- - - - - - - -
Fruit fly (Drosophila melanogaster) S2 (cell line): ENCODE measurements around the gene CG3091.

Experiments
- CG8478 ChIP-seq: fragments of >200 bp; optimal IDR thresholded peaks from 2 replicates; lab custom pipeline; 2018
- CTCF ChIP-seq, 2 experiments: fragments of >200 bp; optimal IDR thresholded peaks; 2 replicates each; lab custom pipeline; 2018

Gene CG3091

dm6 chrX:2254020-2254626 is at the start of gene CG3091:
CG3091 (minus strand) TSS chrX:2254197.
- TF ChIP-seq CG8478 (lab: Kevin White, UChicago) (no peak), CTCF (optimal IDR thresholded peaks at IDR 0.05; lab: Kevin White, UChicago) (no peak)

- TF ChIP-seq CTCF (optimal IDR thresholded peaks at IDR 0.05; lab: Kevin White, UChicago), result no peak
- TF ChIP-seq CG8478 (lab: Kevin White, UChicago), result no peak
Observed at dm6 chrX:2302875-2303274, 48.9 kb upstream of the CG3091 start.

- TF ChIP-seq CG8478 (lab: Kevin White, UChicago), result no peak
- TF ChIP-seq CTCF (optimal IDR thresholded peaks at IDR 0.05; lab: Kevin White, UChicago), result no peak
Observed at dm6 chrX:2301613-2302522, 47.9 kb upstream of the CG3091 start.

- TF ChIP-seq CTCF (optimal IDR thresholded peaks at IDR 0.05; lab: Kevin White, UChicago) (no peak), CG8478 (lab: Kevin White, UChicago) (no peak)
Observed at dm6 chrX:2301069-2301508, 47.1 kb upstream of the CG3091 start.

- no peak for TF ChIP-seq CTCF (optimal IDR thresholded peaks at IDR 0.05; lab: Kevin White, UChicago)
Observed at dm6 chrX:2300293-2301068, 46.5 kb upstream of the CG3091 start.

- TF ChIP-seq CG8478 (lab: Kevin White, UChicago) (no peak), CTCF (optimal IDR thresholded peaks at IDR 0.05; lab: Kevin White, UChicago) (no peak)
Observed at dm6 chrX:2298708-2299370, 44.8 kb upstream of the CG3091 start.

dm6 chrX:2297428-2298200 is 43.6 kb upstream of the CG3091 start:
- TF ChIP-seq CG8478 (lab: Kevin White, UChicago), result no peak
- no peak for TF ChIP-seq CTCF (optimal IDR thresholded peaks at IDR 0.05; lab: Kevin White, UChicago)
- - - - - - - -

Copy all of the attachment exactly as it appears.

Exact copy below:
Fruit fly (Drosophila melanogaster) S2 (cell line): ENCODE measurements around the gene CG3091.

Experiments
- CG8478 ChIP-seq: fragments of >200 bp; optimal IDR thresholded peaks from 2 replicates; lab custom pipeline; 2018
- CTCF ChIP-seq, 2 experiments: fragments of >200 bp; optimal IDR thresholded peaks; 2 replicates each; lab custom pipeline; 2018

Gene CG3091

dm6 chrX:2254020-2254626 is at the start of gene CG3091:
CG3091 (minus strand) TSS chrX:2254197.
- TF ChIP-seq CG8478 (lab: Kevin White, UChicago) (no peak), CTCF (optimal IDR thresholded peaks at IDR 0.05; lab: Kevin White, UChicago) (no peak)

- TF ChIP-seq CTCF (optimal IDR thresholded peaks at IDR 0.05; lab: Kevin White, UChicago), result no peak
- TF ChIP-seq CG8478 (lab: Kevin White, UChicago), result no peak
Observed at dm6 chrX:2302875-2303274, 48.9 kb upstream of the CG3091 start.

- TF ChIP-seq CG8478 (lab: Kevin White, UChicago), result no peak
- TF ChIP-seq CTCF (optimal IDR thresholded peaks at IDR 0.05; lab: Kevin White, UChicago), result no peak
Observed at dm6 chrX:2301613-2302522, 47.9 kb upstream of the CG3091 start.

- TF ChIP-seq CTCF (optimal IDR thresholded peaks at IDR 0.05; lab: Kevin White, UChicago) (no peak), CG8478 (lab: Kevin White, UChicago) (no peak)
Observed at dm6 chrX:2301069-2301508, 47.1 kb upstream of the CG3091 start.

- no peak for TF ChIP-seq CTCF (optimal IDR thresholded peaks at IDR 0.05; lab: Kevin White, UChicago)
Observed at dm6 chrX:2300293-2301068, 46.5 kb upstream of the CG3091 start.

- TF ChIP-seq CG8478 (lab: Kevin White, UChicago) (no peak), CTCF (optimal IDR thresholded peaks at IDR 0.05; lab: Kevin White, UChicago) (no peak)
Observed at dm6 chrX:2298708-2299370, 44.8 kb upstream of the CG3091 start.

dm6 chrX:2297428-2298200 is 43.6 kb upstream of the CG3091 start:
- TF ChIP-seq CG8478 (lab: Kevin White, UChicago), result no peak
- no peak for TF ChIP-seq CTCF (optimal IDR thresholded peaks at IDR 0.05; lab: Kevin White, UChicago)